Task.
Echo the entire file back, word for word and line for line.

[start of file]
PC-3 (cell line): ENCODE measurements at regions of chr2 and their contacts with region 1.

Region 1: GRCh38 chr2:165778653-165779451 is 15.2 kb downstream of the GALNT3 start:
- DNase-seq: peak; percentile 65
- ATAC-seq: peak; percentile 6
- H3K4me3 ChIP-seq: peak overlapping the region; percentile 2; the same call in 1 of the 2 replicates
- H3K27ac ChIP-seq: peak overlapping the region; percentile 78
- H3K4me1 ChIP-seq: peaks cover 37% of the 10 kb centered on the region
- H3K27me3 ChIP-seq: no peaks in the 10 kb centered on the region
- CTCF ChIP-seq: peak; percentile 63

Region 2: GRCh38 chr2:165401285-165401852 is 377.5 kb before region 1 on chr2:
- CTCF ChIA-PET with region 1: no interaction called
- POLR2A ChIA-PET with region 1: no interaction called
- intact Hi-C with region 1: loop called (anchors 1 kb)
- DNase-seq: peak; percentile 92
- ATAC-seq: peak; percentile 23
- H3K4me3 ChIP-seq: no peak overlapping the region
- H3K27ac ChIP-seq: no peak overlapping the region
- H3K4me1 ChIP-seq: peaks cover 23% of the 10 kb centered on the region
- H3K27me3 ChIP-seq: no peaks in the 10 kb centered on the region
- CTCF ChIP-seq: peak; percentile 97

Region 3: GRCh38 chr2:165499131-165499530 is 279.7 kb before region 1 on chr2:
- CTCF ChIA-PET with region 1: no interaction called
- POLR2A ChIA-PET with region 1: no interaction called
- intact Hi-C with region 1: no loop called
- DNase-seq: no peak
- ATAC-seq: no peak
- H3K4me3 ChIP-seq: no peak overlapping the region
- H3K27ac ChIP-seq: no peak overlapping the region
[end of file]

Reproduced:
PC-3 (cell line): ENCODE measurements at regions of chr2 and their contacts with region 1.

Region 1: GRCh38 chr2:165778653-165779451 is 15.2 kb downstream of the GALNT3 start:
- DNase-seq: peak; percentile 65
- ATAC-seq: peak; percentile 6
- H3K4me3 ChIP-seq: peak overlapping the region; percentile 2; the same call in 1 of the 2 replicates
- H3K27ac ChIP-seq: peak overlapping the region; percentile 78
- H3K4me1 ChIP-seq: peaks cover 37% of the 10 kb centered on the region
- H3K27me3 ChIP-seq: no peaks in the 10 kb centered on the region
- CTCF ChIP-seq: peak; percentile 63

Region 2: GRCh38 chr2:165401285-165401852 is 377.5 kb before region 1 on chr2:
- CTCF ChIA-PET with region 1: no interaction called
- POLR2A ChIA-PET with region 1: no interaction called
- intact Hi-C with region 1: loop called (anchors 1 kb)
- DNase-seq: peak; percentile 92
- ATAC-seq: peak; percentile 23
- H3K4me3 ChIP-seq: no peak overlapping the region
- H3K27ac ChIP-seq: no peak overlapping the region
- H3K4me1 ChIP-seq: peaks cover 23% of the 10 kb centered on the region
- H3K27me3 ChIP-seq: no peaks in the 10 kb centered on the region
- CTCF ChIP-seq: peak; percentile 97

Region 3: GRCh38 chr2:165499131-165499530 is 279.7 kb before region 1 on chr2:
- CTCF ChIA-PET with region 1: no interaction called
- POLR2A ChIA-PET with region 1: no interaction called
- intact Hi-C with region 1: no loop called
- DNase-seq: no peak
- ATAC-seq: no peak
- H3K4me3 ChIP-seq: no peak overlapping the region
- H3K27ac ChIP-seq: no peak overlapping the region